Top Menu

Sorting Out the Diamondbacks Ballpark Situation

Arizona DiamondbacksWith the announcement that the Arizona Diamondbacks are free to seek a ballpark solution after settling a lawsuit with Maricopa County, the team ownership now has some options for the future — which may include a Chase Field renovation or demolition.

The Diamondbacks had sued Maricopa County over the condition of Chase Field, which opened in 1998, arguing that the county had deferred maintenance to the facility in violation of the team’s lease. In response to the lawsuit, the county and the Diamondbacks entered court-mandated mediation and agreed to a settlement where the Diamondbacks can begin the search for a replacement immediately. There are some conditions, but essentially the team is taking over Chase Field maintenance in exchange for the freedom to seek a new home, either in the Valley or elsewhere.

And while there’s been lots of speculation on where the Diamondbacks end up (Glendale, Tempe, Chandler), we don’t think the Diamondbacks will wander too far away from downtown or the East Valley. If you’re been to Phoenix during rush hour, you know the freeways are absolutely jammed, and making your way across the Valley is an ordeal. A downtown ballpark is a compromise, to be sure. The current Chase Field location is a definitely a good one, however, and we’re guessing there has already been talk about what can be done to improve the fan experience there. (First thought: some sort of seating reconfiguration to being fans closer to the action. The back rows at Chase Field are notoriously a long distance from the playing field. And opening the concourses to more outdoor spaces would be an amenity.)

But let’s say the Diamondbacks ownership thinks the future is a new ballpark elsewhere in the Valley. There’s really only one perfect place for it, and that’s in the East Valley. There’s land available with easy freeway access, and the Diamondbacks are already partners with the Salt River Pima-Maricopa Indian Community on Salt River Fields at Talking Stick, the team’s spring-training home, and the assumption is that the tribe would be a winning partner on an MLB ballpark on some level. Maybe: Salt River Fields has revitalized a previously run-down shopping mall, and there’s always the potential for some sort of outdoor entertainment complex run in conjunction with an MLB ballpark and soccer stadium should Phoenix Rising land an MLS expansion team. This would be a very big plan, however, and someone would need to step forward to lead it. We’re not sure political leaders in Scottsdale are really ready to tackle this sort of planning and investment, and while the Salt River Pima-Maricopa Indian Community running entertainment venues, we’re probably talking $700 million for a new ballpark, depending on whether there’s a retractable roof.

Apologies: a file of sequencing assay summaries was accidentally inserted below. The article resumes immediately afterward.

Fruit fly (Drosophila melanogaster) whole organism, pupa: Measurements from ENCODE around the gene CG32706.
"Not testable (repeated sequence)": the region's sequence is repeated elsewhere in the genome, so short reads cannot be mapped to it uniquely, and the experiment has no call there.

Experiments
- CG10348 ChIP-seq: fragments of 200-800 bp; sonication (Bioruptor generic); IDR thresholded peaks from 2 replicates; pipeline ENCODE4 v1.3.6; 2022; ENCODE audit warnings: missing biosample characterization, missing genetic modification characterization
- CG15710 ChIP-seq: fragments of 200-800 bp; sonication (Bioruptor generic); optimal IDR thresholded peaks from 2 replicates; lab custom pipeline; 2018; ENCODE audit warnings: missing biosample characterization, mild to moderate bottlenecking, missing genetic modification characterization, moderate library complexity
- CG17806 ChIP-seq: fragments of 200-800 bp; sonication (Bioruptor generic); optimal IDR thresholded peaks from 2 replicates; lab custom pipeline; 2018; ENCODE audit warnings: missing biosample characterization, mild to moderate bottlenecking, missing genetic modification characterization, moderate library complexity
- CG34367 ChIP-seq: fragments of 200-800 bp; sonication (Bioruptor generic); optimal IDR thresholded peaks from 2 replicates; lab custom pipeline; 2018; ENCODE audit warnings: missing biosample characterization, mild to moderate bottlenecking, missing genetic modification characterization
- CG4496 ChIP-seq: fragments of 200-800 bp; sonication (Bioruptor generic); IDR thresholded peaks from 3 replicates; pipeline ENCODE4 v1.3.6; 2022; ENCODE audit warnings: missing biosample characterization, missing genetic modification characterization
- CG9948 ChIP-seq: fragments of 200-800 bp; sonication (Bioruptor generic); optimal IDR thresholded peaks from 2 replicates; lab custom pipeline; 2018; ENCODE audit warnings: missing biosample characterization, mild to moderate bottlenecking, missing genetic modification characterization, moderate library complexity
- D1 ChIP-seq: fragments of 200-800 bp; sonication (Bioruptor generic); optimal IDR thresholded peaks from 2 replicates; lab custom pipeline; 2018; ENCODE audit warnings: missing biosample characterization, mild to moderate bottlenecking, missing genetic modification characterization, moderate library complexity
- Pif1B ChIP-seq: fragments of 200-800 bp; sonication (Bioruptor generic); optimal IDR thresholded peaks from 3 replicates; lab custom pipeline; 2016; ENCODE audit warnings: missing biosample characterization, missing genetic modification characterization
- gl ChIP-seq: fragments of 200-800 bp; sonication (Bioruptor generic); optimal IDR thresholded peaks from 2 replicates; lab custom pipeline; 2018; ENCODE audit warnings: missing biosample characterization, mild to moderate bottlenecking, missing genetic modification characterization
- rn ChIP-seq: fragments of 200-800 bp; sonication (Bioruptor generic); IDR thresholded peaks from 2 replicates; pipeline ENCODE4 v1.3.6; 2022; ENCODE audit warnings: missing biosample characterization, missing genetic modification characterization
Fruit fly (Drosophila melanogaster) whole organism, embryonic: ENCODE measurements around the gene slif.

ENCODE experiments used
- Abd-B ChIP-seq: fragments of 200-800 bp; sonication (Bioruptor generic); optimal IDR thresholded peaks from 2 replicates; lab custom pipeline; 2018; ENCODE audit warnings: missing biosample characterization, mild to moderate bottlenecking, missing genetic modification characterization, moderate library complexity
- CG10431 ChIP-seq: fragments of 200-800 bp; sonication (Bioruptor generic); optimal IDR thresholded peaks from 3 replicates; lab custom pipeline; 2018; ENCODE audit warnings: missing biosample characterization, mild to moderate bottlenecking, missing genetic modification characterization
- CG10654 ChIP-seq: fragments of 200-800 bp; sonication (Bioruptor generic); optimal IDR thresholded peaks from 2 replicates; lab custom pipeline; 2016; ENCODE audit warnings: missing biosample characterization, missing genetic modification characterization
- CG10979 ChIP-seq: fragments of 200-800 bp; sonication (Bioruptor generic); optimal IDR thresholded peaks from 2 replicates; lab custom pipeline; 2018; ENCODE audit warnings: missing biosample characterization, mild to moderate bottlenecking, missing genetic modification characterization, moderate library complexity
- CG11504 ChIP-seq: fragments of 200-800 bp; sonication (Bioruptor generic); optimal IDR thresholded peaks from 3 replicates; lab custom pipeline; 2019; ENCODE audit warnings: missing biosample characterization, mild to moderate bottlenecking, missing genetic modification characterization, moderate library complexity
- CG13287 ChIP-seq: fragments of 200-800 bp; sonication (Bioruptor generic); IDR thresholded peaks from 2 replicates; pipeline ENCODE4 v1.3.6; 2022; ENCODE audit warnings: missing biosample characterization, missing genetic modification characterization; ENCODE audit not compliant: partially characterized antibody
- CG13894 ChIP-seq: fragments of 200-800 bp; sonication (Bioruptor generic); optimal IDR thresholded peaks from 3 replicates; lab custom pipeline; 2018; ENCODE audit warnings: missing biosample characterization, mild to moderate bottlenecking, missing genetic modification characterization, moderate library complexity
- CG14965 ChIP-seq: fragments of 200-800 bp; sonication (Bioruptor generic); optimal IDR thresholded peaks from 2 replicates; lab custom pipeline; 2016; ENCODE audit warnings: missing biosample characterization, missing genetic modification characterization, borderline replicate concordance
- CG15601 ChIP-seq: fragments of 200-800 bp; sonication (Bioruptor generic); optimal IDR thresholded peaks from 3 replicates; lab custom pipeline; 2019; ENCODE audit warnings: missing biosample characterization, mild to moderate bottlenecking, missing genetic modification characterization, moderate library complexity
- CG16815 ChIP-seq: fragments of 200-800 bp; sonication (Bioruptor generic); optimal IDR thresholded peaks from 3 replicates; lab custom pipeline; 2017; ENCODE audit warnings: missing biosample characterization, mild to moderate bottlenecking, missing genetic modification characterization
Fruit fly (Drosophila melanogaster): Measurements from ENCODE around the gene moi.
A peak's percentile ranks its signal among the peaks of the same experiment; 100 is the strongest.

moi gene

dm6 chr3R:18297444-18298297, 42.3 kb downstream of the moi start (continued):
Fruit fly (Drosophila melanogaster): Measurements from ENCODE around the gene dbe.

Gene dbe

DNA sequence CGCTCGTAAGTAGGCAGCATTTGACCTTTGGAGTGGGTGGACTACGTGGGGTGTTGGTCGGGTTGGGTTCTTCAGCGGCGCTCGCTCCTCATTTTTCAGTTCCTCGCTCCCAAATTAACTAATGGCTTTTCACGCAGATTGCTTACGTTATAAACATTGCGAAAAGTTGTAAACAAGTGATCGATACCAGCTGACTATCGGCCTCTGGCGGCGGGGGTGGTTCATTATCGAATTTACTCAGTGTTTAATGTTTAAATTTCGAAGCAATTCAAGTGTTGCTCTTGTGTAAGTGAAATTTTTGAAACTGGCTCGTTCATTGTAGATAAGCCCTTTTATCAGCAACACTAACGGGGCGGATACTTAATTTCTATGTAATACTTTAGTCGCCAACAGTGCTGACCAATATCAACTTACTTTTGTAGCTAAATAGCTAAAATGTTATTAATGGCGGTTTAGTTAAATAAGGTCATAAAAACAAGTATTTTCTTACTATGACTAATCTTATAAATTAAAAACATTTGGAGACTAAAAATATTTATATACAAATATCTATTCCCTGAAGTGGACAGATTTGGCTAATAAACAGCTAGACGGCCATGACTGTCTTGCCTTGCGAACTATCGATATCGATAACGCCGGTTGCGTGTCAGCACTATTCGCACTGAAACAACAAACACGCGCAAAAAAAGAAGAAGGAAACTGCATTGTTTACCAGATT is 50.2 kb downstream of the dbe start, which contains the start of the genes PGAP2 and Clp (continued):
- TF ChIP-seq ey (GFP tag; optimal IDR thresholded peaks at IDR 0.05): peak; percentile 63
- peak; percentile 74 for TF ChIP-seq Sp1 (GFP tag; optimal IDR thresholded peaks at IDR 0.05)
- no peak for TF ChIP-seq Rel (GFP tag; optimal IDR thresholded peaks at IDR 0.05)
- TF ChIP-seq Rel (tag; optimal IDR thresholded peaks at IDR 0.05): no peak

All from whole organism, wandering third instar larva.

And if the Diamondbacks do move? Well, there’s always the chance you could see Chase Field downsized or torn down for a new MLS soccer stadium. You could see it torn down: the underlying real estate is pretty valuable.

RELATED STORIES: D-Backs Can Plan for New Ballpark Under Deal with Maricopa CountyFuture of Chase Field in Mandated NegotiationsDiamondbacks, Maricopa Co. Dispute Goes to Arbitration; MLB: Poor Chase Field Conditions Could Force D-Backs MoveMaricopa County/Diamondbacks Spat ContinuesRob Manfred: Chase Field Needs WorkMaricopa County Files to Dismiss D-Backs LawsuitD-Backs Sue Over Chase Field AgreementChase Field Sale ScratchedChase Field Could be ReplacedDeadline Extended for Chase Field Sale2010 Appraisal: Chase Field Worth $45 MillionWill D-Backs Exercise Veto Over Chase Field Sale?Maricopa County Debates Sale of Chase Field to InvestorsDrama in the DesertDiamondbacks: Improve Chase Field or We Will Leave

, , ,